Do you believe your own PR?

Do you believe your own PR?

There's been a trend in the media relations industry that drives me, along with some of my colleagues, absolutely insane.

Time and again we’re seeing press releases that either lack substance, or, in many cases, use such language that would cause any intelligent recipient to find them unbelievable.

A press release, as intended for “the press” (aka the media, call them journalists, bloggers, micro-influencers, whatever) isn’t meant to be an advertisement. And even if it were, you want the people to believe what was written. Right?

Our friends in the media are gatekeepers to an audience. Like the security at a bar or club, they filter and curate who comes in based on the brand and audience they want to cultivate.

Ever wonder why your press releases don’t result in you getting beyond the velvet rope at certain clubs? If so, ask yourself these two easy questions:

1. Do you believe your own PR?

2. Do you think journalists are stupid?

I’m hoping your answers are “yes” to the first and “no” to the second.

However, a quick search of the newswires (or an informal survey of our journalist friends) reveals a different answer.

Some brands are following the same path as those friends of yours who overshare the mundane via social media. Sure, a picture is worth a thousand words, but not all pictures contain words worth reading.

And just like your friend that posts constant updates on Facebook or the incessant foodie on Instagram, frequently distributing press releases that lack merit or plausibility can alienate journalists and cause them to hit the unfollow button. No one wants to know you’ve had tacos for dinner twice this week, even if Thursday’s tacos were five percent better than the tacos you had on Tuesday.

To make the most out of your media relations efforts, here are some things to consider before you start crafting that press release. Trust me, the journalists you’re sending them too will appreciate this.

Hit CTRL+F and put your competitors in your own shoes

If you swap out your brand’s name with that of a competitor’s in your press release or pitch, would you be jealous the news wasn’t about you?

If your response is “meh” instead of “yeah!” then hard stop and go back to the drawing board.

Be realistic in what your news actually is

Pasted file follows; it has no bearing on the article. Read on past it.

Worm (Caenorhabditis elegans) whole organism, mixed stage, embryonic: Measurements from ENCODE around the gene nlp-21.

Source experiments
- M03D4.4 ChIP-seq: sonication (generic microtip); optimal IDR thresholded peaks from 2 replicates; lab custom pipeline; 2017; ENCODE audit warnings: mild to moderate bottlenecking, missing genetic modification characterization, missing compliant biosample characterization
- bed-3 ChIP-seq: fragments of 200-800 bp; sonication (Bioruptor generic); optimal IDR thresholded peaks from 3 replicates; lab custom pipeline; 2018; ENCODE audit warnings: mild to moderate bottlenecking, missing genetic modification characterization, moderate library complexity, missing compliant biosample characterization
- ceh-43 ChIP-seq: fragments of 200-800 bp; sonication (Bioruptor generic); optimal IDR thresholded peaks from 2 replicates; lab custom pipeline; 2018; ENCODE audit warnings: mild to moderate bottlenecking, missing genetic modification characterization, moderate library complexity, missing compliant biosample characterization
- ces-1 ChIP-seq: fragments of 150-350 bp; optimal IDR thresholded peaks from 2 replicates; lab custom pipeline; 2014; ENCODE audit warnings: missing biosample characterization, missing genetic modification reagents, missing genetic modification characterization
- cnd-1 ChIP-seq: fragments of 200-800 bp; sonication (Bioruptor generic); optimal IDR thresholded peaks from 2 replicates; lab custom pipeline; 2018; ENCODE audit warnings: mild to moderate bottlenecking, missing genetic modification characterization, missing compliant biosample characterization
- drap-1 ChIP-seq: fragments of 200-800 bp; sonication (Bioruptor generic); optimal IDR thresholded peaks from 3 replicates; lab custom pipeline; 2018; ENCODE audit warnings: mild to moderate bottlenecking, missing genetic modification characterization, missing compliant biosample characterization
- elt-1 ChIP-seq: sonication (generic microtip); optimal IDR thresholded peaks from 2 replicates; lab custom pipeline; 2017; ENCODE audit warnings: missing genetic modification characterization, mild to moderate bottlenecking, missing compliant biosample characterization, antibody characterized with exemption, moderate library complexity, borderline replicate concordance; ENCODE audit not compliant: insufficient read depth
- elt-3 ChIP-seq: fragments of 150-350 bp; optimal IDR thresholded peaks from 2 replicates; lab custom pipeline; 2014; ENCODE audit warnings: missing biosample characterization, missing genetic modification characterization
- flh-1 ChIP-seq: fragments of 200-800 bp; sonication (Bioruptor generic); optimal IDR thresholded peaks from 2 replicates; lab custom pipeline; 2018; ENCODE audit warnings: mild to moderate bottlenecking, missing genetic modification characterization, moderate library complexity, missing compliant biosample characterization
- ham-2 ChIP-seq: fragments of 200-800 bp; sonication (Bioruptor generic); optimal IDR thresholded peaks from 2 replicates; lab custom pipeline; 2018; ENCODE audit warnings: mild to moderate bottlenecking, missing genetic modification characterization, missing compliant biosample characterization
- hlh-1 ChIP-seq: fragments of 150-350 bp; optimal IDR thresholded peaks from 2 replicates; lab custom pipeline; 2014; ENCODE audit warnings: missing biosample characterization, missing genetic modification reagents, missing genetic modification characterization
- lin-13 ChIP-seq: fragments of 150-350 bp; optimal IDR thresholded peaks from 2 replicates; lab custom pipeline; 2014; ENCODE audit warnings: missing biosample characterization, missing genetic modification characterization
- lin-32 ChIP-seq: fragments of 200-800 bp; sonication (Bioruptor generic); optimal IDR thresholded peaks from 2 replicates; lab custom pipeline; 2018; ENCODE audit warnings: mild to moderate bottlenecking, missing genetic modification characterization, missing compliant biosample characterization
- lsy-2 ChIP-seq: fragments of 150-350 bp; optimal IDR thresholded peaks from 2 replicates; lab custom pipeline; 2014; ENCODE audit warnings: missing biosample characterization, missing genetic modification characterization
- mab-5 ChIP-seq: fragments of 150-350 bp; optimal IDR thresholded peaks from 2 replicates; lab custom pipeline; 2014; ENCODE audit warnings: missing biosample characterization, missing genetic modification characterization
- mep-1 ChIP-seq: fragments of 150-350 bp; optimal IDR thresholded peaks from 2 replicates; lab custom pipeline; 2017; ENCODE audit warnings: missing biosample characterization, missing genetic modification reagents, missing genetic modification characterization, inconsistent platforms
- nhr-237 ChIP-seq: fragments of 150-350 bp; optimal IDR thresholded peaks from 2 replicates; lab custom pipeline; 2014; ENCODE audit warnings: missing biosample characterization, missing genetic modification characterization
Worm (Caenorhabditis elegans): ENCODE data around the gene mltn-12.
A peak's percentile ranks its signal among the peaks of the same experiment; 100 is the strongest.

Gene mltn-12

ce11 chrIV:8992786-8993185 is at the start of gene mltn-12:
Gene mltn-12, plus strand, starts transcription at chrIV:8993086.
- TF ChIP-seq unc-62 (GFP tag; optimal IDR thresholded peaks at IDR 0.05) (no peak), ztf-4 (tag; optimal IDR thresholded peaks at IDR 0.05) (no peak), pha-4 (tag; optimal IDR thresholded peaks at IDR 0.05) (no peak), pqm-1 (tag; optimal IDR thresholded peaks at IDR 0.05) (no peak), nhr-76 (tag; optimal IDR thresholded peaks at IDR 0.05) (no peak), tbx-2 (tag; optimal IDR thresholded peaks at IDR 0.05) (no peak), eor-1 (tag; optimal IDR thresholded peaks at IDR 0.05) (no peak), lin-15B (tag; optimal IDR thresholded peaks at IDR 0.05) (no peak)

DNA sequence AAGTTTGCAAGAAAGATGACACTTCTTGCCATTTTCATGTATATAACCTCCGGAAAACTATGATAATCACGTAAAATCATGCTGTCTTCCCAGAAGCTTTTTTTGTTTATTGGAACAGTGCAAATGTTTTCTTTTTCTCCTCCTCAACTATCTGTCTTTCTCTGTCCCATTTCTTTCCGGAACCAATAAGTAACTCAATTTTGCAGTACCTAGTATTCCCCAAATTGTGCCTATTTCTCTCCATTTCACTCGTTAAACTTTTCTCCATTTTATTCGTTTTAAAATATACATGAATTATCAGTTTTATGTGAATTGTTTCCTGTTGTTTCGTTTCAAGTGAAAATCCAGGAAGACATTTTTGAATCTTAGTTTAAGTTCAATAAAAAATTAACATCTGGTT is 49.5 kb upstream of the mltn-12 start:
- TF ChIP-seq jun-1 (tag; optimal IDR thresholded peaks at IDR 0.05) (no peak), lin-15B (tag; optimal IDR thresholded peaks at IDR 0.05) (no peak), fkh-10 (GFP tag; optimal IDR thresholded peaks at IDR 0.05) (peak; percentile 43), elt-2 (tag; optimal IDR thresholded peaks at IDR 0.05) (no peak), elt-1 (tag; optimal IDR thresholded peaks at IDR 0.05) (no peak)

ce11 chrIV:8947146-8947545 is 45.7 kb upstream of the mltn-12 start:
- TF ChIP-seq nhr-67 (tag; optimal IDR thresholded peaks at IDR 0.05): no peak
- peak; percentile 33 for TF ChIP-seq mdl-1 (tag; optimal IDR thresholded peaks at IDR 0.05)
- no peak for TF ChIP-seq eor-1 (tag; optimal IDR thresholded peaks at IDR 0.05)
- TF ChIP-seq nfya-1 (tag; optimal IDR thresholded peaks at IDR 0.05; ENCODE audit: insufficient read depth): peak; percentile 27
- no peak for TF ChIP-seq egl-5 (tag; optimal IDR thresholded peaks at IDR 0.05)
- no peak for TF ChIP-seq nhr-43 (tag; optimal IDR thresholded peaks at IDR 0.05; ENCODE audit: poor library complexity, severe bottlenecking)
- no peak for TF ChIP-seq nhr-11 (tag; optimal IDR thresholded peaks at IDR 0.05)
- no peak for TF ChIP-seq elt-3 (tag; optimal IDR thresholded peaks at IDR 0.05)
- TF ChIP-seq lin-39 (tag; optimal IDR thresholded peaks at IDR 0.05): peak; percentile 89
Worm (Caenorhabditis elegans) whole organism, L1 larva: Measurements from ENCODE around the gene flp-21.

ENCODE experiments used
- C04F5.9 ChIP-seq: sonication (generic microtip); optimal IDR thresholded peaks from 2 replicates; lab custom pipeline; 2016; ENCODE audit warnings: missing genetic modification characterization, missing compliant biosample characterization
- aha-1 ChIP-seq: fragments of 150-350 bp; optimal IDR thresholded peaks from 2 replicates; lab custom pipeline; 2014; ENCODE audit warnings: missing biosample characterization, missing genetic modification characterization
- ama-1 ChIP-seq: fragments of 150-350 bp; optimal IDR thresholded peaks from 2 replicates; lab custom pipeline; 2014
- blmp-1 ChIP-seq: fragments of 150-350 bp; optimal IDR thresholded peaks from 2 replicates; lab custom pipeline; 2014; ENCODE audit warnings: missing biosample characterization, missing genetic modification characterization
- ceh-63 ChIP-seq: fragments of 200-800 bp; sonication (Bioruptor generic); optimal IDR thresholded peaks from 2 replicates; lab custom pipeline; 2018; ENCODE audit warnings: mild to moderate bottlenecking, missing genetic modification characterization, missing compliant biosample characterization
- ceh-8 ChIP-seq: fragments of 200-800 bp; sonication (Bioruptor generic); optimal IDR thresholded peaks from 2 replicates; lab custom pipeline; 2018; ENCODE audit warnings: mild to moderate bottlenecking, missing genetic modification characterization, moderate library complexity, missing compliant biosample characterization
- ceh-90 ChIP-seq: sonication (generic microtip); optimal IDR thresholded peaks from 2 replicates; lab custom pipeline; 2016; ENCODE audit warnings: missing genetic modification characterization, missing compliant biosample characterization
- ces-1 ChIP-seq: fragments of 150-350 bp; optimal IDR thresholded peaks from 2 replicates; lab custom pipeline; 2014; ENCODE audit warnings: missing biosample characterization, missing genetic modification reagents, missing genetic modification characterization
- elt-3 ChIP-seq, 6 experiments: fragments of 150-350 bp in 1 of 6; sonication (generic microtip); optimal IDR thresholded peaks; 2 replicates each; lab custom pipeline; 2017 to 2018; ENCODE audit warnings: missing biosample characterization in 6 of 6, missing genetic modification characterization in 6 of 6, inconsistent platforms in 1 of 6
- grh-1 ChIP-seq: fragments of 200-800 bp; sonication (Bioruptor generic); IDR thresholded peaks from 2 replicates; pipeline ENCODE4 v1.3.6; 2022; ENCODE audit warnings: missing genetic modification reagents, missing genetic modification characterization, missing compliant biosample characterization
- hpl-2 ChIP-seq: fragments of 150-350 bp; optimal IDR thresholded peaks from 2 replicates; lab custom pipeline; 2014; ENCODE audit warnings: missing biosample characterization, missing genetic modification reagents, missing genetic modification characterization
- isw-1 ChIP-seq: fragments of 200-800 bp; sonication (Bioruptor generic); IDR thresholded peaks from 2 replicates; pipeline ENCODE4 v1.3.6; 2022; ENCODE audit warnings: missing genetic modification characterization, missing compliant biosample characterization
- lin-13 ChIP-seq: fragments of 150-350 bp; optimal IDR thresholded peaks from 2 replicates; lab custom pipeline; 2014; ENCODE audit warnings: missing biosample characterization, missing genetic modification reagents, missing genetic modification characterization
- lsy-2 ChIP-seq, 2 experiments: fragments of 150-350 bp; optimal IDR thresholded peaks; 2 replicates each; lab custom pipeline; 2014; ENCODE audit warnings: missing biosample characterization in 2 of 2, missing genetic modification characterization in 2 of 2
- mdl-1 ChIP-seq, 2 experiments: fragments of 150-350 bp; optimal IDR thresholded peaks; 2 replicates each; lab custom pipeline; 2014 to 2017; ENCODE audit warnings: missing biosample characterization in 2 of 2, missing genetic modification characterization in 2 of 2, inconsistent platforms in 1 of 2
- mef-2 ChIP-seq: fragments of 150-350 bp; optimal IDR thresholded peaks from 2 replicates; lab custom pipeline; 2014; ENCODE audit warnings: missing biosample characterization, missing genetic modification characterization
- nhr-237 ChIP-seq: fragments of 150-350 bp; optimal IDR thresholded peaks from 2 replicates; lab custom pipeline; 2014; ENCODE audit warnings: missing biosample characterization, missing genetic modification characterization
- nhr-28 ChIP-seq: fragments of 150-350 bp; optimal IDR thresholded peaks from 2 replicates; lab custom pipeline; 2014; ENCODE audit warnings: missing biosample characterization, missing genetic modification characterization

Not everything your brand is doing is disruptive, critical or a game changing innovation. And that’s okay!

If something isn’t shifting the paradigm for your industry, don’t say that it is. Instead, explain why it’s important to your brand or industry and target just the media the news is relevant for. Don’t overstate it. Otherwise, you risk alienating the media you’re sending it to right now, and possibly, later on when you actually have something disruptive to share with them.

Also, leave the jargon and descriptors du jour out of it. Sure, an abundance of buzzworthy hashtags will get you some automated traffic on social media, but when targeting the media, write in the language they’ll want to read.  

Don't write your press release as if it were an advertisement

This assumes that your press release is intended for the actual media, with the goal of having them find value in it and re-telling your story in an authentic manner to their audience.

Journalists at the more discerning, influential media outlets aren’t dumb. If you want your press release to be an ad, that’s fine, just keep it posted on your company’s blog and LinkedIn profile because the filter  journalists have for BS tends to be pretty good.

Before you even begin to start drafting a release up for the media (or ask your PR team to do so) double check that what you’re considering pushing out is actually news and will make it through the filter of the journalists you’re focusing on.

Bill Byrne is a veteran PR pro with a diverse range of brand experience, including work with leading snowboard companies, startups, financial entities, tech products, general consumer goods, along with both craft and macro beer brands. A former NYC agency guy, he spent years in the Manhattan offices of Cohn & Wolfe and PainePR before eventually co-founding Remedy Communications in San Diego.

Photo via Pixabay

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